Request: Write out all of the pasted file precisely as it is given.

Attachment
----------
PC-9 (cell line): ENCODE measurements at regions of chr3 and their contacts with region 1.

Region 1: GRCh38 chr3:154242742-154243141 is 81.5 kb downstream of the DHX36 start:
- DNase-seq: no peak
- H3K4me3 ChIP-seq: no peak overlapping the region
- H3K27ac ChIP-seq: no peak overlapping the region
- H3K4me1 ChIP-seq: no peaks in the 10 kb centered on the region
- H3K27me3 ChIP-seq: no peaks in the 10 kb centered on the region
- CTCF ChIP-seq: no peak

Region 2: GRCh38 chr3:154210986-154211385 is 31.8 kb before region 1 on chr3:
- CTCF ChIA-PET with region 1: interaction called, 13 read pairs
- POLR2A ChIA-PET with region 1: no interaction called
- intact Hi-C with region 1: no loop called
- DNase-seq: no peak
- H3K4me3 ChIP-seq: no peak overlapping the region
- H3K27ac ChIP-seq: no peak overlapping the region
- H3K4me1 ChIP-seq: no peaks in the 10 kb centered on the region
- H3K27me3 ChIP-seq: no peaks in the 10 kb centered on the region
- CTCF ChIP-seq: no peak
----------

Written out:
PC-9 (cell line): ENCODE measurements at regions of chr3 and their contacts with region 1.

Region 1: GRCh38 chr3:154242742-154243141 is 81.5 kb downstream of the DHX36 start:
- DNase-seq: no peak
- H3K4me3 ChIP-seq: no peak overlapping the region
- H3K27ac ChIP-seq: no peak overlapping the region
- H3K4me1 ChIP-seq: no peaks in the 10 kb centered on the region
- H3K27me3 ChIP-seq: no peaks in the 10 kb centered on the region
- CTCF ChIP-seq: no peak

Region 2: GRCh38 chr3:154210986-154211385 is 31.8 kb before region 1 on chr3:
- CTCF ChIA-PET with region 1: interaction called, 13 read pairs
- POLR2A ChIA-PET with region 1: no interaction called
- intact Hi-C with region 1: no loop called
- DNase-seq: no peak
- H3K4me3 ChIP-seq: no peak overlapping the region
- H3K27ac ChIP-seq: no peak overlapping the region
- H3K4me1 ChIP-seq: no peaks in the 10 kb centered on the region
- H3K27me3 ChIP-seq: no peaks in the 10 kb centered on the region
- CTCF ChIP-seq: no peak